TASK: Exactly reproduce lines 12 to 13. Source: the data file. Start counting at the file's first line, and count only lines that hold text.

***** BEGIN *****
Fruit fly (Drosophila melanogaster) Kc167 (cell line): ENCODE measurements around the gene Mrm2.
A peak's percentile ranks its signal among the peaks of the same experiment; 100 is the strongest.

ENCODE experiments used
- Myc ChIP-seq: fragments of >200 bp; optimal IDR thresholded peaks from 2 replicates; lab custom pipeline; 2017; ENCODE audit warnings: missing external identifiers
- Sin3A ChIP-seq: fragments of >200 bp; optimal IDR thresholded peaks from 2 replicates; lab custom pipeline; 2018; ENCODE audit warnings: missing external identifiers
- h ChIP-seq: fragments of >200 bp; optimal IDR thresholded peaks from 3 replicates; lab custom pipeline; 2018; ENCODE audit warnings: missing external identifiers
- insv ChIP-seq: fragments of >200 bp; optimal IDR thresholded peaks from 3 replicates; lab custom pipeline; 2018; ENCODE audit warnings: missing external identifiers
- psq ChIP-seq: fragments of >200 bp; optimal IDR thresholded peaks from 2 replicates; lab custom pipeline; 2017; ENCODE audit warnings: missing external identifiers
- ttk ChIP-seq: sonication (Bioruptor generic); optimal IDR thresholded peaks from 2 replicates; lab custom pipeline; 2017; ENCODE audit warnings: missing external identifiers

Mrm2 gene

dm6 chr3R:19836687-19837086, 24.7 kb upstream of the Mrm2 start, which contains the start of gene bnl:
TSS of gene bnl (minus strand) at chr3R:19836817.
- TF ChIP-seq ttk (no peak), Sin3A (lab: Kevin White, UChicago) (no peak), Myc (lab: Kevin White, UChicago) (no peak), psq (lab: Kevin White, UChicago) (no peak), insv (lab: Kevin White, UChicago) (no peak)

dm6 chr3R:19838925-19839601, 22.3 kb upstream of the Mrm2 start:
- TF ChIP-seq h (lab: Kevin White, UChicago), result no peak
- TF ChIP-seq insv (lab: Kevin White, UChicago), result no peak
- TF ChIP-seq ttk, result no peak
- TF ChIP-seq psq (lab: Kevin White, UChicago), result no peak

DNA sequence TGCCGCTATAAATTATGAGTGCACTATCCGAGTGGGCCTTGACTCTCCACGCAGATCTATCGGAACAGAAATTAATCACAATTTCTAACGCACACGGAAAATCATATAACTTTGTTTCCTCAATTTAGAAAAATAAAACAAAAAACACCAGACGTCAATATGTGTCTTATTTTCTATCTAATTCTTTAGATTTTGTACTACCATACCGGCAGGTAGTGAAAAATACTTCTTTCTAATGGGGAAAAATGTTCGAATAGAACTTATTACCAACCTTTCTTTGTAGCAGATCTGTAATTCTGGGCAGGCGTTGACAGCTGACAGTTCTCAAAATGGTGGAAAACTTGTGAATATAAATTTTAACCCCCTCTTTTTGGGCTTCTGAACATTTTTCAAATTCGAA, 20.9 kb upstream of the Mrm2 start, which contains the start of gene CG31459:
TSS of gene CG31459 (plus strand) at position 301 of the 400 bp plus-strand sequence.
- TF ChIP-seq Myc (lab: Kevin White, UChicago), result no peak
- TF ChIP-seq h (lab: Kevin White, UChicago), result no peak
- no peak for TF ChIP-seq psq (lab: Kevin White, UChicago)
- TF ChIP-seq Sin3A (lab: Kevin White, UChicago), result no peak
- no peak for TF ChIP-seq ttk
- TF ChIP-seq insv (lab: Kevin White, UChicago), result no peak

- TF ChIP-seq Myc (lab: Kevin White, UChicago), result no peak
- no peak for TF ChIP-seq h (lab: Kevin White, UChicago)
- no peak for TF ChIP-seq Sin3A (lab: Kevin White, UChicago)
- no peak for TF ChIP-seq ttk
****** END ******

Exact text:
TSS of gene bnl (minus strand) at chr3R:19836817.
- TF ChIP-seq ttk (no peak), Sin3A (lab: Kevin White, UChicago) (no peak), Myc (lab: Kevin White, UChicago) (no peak), psq (lab: Kevin White, UChicago) (no peak), insv (lab: Kevin White, UChicago) (no peak)